A slightly waffly post on snack culture, me, and the blog

4 June 2007

Right, sit down. No, need a coffee first. Go off and make coffee. Sit back down again. Breathe. Relax. Start typing.

And I wonder why I don’t blog much now.

There are many reasons. Time, inspiration, a general sense of lack of self-confidence in the quality of my own writing, but one that’s really thrown it of late is the emergence of Twitter. Twitter is one of those things that shouldn’t work in theory, but does in practice (this is another example) Blogging in 140 characters? With only one link? And no tagging, or images? But what will the whingers and whiners and the turgid megapage bloggers do? What will happen to them? WILL NO-ONE THINK OF THE FISKERS?

Ahem.

On the one hand, it’s brilliant. It means every time there is a stray thought in my mind, I can write it down and stop it troubling me. On the other hand, it’s terrible. It means every time there is a stray thought in my mind, I can write it down and stop it troubling me. Thought such as this or this could have become witty page-long treatises on vultures or Fred Dibnah (or just one post about the both) three years ago, but now they get set into stone without moving on.

At least, that’s the excuse.

Wired some months ago did a special on “snack culture” – let down by a vapid lead piece by Nancy Miller which was outgunned by a much stronger counter-piece by Steven Johnson, he of Everything Bad Is Good For You fame, arguing the opposite. Johnson’s familiar theme that popular culture – film, television, video games, is now dazzlingly complex and nuanced and an enormous mental challenge that demands repeat viewing and vast discussion, and by doing so give birth to an obsessed and enormously knowledgeable following that will happily reconsume the product many many times. He’s the much more convincing of the two, leaving Wired‘s proposition somewhat dead in the water.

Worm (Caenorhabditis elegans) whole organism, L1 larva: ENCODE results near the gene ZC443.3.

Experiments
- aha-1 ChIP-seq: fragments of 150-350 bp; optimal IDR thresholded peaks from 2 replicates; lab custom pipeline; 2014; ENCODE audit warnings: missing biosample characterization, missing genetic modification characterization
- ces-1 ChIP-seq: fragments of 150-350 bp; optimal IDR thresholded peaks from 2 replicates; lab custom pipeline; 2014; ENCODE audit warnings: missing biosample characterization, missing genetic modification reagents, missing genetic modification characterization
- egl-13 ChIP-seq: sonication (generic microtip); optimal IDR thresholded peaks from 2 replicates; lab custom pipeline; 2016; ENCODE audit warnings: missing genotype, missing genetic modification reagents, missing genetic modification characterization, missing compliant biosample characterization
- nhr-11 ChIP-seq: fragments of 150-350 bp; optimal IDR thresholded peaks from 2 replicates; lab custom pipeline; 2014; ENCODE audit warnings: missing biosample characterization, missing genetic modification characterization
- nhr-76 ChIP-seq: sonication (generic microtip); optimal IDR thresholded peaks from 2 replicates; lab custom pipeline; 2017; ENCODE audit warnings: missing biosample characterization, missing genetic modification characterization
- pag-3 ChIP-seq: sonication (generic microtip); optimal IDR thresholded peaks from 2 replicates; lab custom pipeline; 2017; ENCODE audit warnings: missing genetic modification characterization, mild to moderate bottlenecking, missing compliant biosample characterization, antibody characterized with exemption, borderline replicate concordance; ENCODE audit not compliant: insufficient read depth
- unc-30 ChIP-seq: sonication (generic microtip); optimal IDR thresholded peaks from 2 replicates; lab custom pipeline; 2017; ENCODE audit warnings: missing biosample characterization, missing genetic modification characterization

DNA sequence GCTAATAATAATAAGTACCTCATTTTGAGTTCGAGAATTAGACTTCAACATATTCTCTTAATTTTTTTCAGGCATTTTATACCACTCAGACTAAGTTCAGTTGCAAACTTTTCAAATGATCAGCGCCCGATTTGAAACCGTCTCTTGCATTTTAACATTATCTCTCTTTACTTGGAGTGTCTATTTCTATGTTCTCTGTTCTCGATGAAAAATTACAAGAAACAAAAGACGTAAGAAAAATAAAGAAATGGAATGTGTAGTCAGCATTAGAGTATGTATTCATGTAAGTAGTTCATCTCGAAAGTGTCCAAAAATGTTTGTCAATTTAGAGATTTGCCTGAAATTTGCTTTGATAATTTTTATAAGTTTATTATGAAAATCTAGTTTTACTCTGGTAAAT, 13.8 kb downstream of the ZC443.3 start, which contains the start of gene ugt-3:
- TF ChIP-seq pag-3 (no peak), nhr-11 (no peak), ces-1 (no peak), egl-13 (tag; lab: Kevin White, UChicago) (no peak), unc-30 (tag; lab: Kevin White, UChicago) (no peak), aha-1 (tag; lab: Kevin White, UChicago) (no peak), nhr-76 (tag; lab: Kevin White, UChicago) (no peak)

Yet the phenomenal success of services such as Twitter, and to a similar degree, that of pithy linklogging services such as del.icio.us and to some extent, status updates and wall posts on Facebook (microblogging for the masses!), shows that when it comes to producing content, we’re more then happy to go tiny and produce in very small pieces. Which worried me. Does this mean that despite Steven Johnson’s exhortations, we were beginning to turn our backs on complex culture, just as it was starting?

Some emollient words now from Warren Ellis:

Bursts aren?t contentless, nor do they denote the end of Attention Span. If attention span was dead, JK Rowling wouldn?t be selling paperbacks thick enough to choke a pig, and Neal Stephenson wouldn?t be making a living off books the size of the first bedsit I lived in.

He’s absolutely right – snack culture and five-course meal culture can coexist quite happily. Which is why, despite my Twitter addiction I have slowly regathered confidence in myself and recently started to reread Gravity’s Rainbow (something which I wouldn’t wish on my worst enemy) and tucking into both Heroes and 24 in bulk at the moment in great big wodges. And I’ve managed to prove to myself that my attention span is still there, when it comes to taking in all these wonderfully complex and fascinating things. Which is a start.

But as for producing lovely complex things, well. I’m not sure yet. But it’s worth a shot, which is why I’m now writing my first long blog post in months. It may well be that I’m just not able to concentrate on writing long things (bang goes that idea for writing a book then), or that spending too long in academia just put me off writing at length (which would be a terrible shame). It might just be some nuanced variant on the Long Tail, where I spend my cultural consumption time on a few, complex, items (the head), while I produce a large volume of many various things on many various channels (the long tail). Or am I stretching too far into Web 2.0 bollocks territory now?

Alternatively, I can quite easily remember a time when I did enjoy writing longer blog posts and eschewed the punchy and glib, and a bit of me think it’s possible to get back there, if I just get back into the habit. So once again I’m going to make the commitment to properly blog here more often, and this time I’m really going to do it. Honest.


2 Responses

As a student with a private Twitter account, I find that it’s the perfect way to lay down ideas for essays, because it forces you to think systematically by restricting your space for each idea to that of a “snack”.

I appreciate you mentioning Wired’s cover story. Indeed, my essay was, well, I wouldn’t say vapid, but the tone was intended to echo the flavor of the snack-themed meme and I think I succeeded in doing that (and backing it up with the subsequent eight pages). Johnson makes some fine points in his essay (he’s Steven Johnson, hard to top) but in retrospect, we were wrong to title his essay “Snacklash.” I realize now that he and I are actually saying very similar things. Our cultural appetite is expanding, our metabolism for information increasing and there’s room for just about everything. How you choose to devour it is up to you. Keep up the great blog!